Earlier this year, the Chinese company that I founded announced the then-largest single investment in an Israeli technology startup in more than a year. With its $20 million investment, Kuang-Chi not only bought a stake in the Herzylia Pituach-based eyeSight, but we also got a foothold in Israel’s innovation ecosystem.
We followed that up in September, buying stakes in two other Tel Aviv-area companies, Beyond Verbal and Agent Vi. And we plan on investing much more.
In partnership with Israel’s Indigo Global, Kuang-Chi is creating the first Chinese fund of its kind. We are combining investment in early to mid-stage Israeli and global companies with incubation by Kuang-Chi through our Global Community of Innovation (GCI). Here in Israel, we set an initial commitment to invest $50 million and plan to grow that by 6x — to $300 million –within the next three years.
On many recent occasions, I have been asked why we chose Israel. It’s simple: The country has one of the most effective and efficient innovation engines in the world. Simply put, for Kuang-Chi to succeed in nurturing our GCI, we need to be a player here.
The Technion and McKinsey & Company recently published a study that sought to identify pockets of opportunity for foreign companies “looking to boost their innovation metabolism” through collaboration with Israel’s startups. The study found six models for foreign companies like Kuang-Chi to work with innovative Israeli companies — approaches that work well in any cluster of innovation.
Kuang-Chi has developed an R&D strategy and a systematic approach that will allow use to find new technologies and potential partners here, very much aligned with how the Technion study recommends.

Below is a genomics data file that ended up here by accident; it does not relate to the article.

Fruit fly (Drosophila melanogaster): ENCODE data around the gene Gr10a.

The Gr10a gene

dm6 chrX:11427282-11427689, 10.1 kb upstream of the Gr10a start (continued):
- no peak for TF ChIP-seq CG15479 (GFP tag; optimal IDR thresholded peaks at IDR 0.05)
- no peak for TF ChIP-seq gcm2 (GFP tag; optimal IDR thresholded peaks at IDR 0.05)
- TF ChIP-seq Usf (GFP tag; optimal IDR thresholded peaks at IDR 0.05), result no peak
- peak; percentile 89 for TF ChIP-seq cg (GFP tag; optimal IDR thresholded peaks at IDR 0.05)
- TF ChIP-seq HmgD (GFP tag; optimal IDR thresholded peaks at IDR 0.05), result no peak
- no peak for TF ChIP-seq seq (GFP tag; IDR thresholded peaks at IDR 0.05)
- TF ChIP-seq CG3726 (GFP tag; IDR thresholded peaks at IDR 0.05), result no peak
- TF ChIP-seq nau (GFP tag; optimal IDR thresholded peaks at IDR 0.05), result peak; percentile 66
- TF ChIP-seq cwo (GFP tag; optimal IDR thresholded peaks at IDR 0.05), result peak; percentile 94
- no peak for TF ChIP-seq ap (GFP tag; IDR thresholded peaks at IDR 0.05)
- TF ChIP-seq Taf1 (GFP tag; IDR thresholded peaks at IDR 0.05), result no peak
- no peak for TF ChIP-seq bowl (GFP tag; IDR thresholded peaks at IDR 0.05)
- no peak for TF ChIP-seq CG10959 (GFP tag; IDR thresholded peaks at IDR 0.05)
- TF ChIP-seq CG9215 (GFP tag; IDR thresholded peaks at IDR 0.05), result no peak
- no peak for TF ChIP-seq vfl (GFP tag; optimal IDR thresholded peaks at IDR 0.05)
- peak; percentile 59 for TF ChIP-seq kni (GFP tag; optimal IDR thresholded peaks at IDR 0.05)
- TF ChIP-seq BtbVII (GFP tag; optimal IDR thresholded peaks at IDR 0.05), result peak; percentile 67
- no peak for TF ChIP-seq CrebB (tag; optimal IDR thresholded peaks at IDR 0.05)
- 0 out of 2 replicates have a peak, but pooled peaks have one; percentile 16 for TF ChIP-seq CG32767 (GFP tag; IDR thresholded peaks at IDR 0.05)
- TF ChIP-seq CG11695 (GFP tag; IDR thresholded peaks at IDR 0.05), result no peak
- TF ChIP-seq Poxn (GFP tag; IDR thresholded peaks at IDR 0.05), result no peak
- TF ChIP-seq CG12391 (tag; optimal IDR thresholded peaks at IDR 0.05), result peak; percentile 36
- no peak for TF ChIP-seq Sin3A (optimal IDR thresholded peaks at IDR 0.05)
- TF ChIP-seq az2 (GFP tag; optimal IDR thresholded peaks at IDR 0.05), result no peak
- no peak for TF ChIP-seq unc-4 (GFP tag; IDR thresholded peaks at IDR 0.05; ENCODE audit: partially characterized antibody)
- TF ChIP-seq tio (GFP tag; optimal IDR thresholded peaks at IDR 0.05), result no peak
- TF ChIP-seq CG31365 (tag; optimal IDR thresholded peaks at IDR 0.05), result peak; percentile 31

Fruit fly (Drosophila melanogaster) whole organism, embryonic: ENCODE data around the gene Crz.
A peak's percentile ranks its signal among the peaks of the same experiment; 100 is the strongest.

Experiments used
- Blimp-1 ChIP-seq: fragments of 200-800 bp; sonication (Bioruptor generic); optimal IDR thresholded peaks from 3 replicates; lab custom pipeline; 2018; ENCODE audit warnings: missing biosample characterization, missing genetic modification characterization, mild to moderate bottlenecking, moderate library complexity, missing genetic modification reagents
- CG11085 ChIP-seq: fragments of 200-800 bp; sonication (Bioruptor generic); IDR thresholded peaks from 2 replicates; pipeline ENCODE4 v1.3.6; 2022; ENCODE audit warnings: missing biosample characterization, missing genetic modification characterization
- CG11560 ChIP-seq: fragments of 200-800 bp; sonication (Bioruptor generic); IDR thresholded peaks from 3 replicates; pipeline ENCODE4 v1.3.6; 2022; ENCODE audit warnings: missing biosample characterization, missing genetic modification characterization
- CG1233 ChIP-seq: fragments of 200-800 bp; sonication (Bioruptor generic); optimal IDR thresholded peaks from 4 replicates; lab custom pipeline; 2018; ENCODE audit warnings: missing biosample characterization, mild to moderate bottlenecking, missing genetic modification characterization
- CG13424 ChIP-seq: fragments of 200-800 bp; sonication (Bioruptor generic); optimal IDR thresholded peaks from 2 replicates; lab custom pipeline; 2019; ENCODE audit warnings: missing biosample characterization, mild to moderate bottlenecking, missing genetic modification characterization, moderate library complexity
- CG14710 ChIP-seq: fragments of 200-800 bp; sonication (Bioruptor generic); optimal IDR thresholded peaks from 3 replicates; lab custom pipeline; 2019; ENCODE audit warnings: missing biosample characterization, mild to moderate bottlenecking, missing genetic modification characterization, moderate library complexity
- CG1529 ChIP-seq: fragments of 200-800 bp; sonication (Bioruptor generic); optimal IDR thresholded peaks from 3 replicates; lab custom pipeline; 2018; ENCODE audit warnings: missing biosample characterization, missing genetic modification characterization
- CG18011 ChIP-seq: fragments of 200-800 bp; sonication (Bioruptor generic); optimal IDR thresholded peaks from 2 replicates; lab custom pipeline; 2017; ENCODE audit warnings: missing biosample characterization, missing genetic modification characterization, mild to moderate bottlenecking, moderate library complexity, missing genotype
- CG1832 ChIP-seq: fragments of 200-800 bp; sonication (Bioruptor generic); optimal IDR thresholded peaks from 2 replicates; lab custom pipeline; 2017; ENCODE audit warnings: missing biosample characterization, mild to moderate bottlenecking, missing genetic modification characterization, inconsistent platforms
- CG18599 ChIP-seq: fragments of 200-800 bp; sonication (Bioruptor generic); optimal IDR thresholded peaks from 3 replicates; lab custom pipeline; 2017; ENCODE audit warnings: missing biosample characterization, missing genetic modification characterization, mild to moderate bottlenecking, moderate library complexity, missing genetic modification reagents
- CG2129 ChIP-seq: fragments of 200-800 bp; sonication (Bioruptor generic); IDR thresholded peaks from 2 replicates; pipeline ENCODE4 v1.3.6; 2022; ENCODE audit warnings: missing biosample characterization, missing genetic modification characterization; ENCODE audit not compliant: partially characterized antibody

We are partnering with local companies so that our Global Community of Innovation can leverage Israeli innovation while share R&D risk. We are investing in local companies, kicked-off in a big way with stakes in the three companies that each are pursuing new heights of innovation.
We are going further, establishing a corporate venture capital fund whose portfolio will be locally managed in Israel. And, those portfolio companies will gain competitive advantage and scale with involvement in Kuang-Chi’s incubator network, along with access to China’s domestic markets.
It’s a start, much like it was in 2010 when five Chinese scientists, including myself, returned to China to create Kuang-Chi, which has grown to become a global innovation group with more than 3,000 patents worldwide in the areas of metamaterials, photonics, satellite technology, aviation, and robotics.
The first few months of early 2017 are already shaping up to be significant for China-Israel technology investment and we are pleased to be part of the Israeli innovation ecosystem.